To put it in concrete terms: we want to record the actual implemented management at the 90 days post-PET timepoint (e.g., whether someone who was at baseline medication-naïve is actually on a medication), rather than whether it was recommended immediately after the scan (intended management).

Yes, the protocol allows for telemedicine platforms to be used for the pre-PET and post-PET visits. You will be asked to document the communication methodology via the case report forms of the visits.
No. The same physician must submit both the pre- and post-PET clinical assessment forms. If this is not possible, the post-PET form for that case cannot be submitted. If the scan has not been completed, the patient can be re-registered and conduct another pre-PET visit. If the scan has already been completed, that patient's case must be terminated within the study database.

Amyloid PET scans in the New IDEAS study will be interpreted by trained readers at the local PET facilities. To be eligible to interpret PET scans in the New IDEAS study, physicians must be board certified in radiology or nuclear medicine and must demonstrate that they have completed the tracer-specific training program provided for each radiopharmaceutical they plan to use. Local PET facilities must also apply via feasibility questionnaire and obtain approval by the study to register.

Access the feasibility questionnaire for PET imaging facilities.

The dementia specialist practice will receive a total of $500 for a complete case. The site will receive $250 for submitting the pre-PET case report form and an additional $250 for the post-PET case report form. These case report forms will be submitted online; you may view them on the New IDEAS study website. Payments will be made monthly via Bank of America to a specific entity via a bank routing number/account. Banking information is collected via the study’s encrypted and secure database.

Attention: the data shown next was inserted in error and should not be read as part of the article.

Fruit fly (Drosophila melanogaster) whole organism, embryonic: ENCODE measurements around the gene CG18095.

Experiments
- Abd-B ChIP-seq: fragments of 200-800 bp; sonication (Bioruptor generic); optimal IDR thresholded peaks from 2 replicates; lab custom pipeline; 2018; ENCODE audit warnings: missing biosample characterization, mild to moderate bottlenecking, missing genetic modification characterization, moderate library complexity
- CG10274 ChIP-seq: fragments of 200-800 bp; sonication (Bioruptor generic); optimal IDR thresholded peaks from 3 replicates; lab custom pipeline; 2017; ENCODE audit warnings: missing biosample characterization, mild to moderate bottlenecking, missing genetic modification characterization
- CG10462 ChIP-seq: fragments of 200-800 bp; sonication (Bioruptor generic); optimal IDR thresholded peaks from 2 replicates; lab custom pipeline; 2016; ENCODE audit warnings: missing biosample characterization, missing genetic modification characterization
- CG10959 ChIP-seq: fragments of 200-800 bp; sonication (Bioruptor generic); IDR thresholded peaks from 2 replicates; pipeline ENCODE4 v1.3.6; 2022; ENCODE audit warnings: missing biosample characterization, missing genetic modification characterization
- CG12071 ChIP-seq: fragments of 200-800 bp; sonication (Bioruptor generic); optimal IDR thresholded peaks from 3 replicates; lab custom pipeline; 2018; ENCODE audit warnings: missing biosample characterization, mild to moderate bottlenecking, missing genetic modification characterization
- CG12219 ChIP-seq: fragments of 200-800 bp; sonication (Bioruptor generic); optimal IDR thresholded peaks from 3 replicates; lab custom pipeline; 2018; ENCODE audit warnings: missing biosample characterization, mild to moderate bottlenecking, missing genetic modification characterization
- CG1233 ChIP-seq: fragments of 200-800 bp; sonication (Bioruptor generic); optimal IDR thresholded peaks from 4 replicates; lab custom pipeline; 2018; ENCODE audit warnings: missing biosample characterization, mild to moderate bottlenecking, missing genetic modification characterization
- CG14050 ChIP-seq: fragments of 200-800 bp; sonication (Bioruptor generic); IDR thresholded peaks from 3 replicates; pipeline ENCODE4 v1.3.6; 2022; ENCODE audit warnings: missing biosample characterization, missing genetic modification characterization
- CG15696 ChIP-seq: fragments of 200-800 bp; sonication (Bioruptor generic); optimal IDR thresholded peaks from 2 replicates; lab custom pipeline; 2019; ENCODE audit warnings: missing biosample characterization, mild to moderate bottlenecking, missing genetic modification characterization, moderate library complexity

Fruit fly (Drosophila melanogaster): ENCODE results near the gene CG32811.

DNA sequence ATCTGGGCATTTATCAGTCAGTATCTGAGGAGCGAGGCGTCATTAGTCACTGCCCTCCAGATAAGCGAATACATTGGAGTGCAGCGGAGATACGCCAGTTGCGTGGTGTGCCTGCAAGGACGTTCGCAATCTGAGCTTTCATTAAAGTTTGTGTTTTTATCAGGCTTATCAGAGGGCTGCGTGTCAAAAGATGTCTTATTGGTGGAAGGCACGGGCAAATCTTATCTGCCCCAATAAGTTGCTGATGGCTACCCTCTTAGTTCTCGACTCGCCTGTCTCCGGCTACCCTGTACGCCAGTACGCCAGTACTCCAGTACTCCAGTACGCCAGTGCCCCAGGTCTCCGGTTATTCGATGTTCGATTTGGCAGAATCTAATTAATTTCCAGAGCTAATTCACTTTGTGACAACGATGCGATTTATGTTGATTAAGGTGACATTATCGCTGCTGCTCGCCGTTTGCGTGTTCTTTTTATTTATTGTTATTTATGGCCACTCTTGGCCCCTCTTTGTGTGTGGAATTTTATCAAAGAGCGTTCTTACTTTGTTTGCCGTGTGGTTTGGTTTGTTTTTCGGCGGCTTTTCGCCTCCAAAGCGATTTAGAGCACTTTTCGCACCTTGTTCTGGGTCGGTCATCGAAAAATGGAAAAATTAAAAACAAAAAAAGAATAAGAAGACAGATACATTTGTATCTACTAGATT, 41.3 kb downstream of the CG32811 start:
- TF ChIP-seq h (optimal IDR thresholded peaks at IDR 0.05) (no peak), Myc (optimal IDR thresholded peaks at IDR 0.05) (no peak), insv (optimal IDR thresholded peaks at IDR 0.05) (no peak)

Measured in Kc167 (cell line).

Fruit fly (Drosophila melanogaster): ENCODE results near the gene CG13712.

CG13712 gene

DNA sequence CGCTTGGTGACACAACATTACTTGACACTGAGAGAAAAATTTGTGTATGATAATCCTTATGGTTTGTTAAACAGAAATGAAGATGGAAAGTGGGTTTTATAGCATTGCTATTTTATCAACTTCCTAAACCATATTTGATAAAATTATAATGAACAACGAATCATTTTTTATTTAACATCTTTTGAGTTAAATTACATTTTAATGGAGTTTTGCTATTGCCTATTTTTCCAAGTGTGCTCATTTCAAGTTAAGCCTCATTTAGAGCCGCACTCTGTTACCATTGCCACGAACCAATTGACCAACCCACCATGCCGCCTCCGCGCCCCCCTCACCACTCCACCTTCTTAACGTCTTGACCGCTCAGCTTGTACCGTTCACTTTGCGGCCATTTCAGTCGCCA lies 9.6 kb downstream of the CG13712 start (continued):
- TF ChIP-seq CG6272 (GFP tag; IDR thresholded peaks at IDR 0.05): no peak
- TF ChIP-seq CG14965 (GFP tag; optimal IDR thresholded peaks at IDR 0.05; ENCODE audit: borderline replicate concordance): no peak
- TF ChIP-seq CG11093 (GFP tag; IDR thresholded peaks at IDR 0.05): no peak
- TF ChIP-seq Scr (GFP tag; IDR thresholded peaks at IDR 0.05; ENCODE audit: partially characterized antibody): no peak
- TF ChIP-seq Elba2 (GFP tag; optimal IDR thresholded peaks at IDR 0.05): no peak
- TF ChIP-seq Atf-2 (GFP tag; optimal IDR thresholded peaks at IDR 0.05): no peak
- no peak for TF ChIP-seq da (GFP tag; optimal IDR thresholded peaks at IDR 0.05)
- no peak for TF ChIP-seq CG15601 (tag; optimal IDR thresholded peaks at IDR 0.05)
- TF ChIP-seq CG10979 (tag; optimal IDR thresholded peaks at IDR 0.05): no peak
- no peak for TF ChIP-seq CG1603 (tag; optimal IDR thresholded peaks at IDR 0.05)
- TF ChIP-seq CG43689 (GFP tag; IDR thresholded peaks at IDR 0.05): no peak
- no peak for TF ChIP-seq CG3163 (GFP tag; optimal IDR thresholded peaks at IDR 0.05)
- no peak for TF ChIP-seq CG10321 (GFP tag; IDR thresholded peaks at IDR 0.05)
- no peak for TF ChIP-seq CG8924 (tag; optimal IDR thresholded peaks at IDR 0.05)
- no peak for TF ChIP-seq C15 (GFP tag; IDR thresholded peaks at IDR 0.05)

Veterans Affairs and military hospitals may not participate. The only other restriction is that the radiopharmaceutical must be available in that state.
The site does not have a responsibility to collect or ship the biospecimens. However, sites have a responsibility to consent the participant properly, answer any questions the participant may have about sample collection, and record the consent decision within the study database.

All registered participants will receive a saliva collection kit in the mail with instructions on how to collect the saliva and ship the sample back via mail. Participants who also consent to the optional blood collection will be sent a collection kit in the mail with instructions to visit their local Quest Diagnostics laboratory to have their blood drawn. Quest will handle collection and shipment of the sample.